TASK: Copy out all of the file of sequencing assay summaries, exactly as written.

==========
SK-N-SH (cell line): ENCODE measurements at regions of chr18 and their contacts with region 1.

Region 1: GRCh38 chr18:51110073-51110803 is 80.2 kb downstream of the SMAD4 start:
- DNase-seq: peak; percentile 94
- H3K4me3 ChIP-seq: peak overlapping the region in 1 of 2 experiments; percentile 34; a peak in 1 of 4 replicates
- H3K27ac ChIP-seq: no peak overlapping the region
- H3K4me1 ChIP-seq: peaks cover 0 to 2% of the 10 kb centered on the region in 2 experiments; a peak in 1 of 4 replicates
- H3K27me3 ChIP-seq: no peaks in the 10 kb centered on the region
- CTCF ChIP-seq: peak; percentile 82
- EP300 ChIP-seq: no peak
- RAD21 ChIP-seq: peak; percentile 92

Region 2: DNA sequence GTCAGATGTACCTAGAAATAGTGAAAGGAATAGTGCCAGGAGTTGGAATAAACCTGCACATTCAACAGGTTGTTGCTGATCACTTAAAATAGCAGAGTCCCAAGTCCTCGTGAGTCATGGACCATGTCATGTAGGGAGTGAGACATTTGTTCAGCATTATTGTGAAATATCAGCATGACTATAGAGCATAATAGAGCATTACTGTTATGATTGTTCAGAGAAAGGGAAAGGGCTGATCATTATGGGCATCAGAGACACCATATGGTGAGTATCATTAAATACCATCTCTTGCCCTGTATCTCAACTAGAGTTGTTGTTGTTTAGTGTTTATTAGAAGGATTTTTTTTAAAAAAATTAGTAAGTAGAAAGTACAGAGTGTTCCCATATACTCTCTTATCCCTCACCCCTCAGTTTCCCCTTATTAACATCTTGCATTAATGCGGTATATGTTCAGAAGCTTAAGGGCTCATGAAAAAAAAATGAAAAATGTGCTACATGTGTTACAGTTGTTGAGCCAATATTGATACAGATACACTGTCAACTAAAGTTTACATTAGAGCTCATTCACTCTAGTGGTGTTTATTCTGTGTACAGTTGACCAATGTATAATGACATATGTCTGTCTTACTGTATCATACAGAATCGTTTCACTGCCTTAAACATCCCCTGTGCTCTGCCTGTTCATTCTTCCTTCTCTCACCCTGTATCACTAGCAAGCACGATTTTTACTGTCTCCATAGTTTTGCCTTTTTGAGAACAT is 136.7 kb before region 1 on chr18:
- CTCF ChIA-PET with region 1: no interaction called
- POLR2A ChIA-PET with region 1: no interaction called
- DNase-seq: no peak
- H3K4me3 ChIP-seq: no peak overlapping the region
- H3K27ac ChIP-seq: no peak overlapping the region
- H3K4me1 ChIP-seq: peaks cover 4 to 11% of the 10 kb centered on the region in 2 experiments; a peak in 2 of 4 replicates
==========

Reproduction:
SK-N-SH (cell line): ENCODE measurements at regions of chr18 and their contacts with region 1.

Region 1: GRCh38 chr18:51110073-51110803 is 80.2 kb downstream of the SMAD4 start:
- DNase-seq: peak; percentile 94
- H3K4me3 ChIP-seq: peak overlapping the region in 1 of 2 experiments; percentile 34; a peak in 1 of 4 replicates
- H3K27ac ChIP-seq: no peak overlapping the region
- H3K4me1 ChIP-seq: peaks cover 0 to 2% of the 10 kb centered on the region in 2 experiments; a peak in 1 of 4 replicates
- H3K27me3 ChIP-seq: no peaks in the 10 kb centered on the region
- CTCF ChIP-seq: peak; percentile 82
- EP300 ChIP-seq: no peak
- RAD21 ChIP-seq: peak; percentile 92

Region 2: DNA sequence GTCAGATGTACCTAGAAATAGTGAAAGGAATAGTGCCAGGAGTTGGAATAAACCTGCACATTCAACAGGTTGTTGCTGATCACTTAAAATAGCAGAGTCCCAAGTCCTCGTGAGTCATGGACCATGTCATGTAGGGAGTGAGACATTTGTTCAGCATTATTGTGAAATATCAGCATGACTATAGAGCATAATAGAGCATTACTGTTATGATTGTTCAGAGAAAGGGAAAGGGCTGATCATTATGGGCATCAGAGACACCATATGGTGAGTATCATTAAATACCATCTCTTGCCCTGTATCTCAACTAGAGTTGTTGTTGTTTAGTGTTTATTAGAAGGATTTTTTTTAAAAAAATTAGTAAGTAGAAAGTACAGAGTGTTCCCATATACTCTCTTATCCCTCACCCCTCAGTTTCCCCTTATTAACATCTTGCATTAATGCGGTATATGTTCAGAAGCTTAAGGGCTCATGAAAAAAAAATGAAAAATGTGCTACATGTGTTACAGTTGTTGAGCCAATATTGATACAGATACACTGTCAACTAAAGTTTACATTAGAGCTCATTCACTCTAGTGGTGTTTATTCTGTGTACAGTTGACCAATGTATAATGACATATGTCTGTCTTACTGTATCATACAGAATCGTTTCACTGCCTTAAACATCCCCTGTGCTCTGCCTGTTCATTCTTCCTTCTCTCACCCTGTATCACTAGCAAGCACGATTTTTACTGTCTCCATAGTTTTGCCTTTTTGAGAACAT is 136.7 kb before region 1 on chr18:
- CTCF ChIA-PET with region 1: no interaction called
- POLR2A ChIA-PET with region 1: no interaction called
- DNase-seq: no peak
- H3K4me3 ChIP-seq: no peak overlapping the region
- H3K27ac ChIP-seq: no peak overlapping the region
- H3K4me1 ChIP-seq: peaks cover 4 to 11% of the 10 kb centered on the region in 2 experiments; a peak in 2 of 4 replicates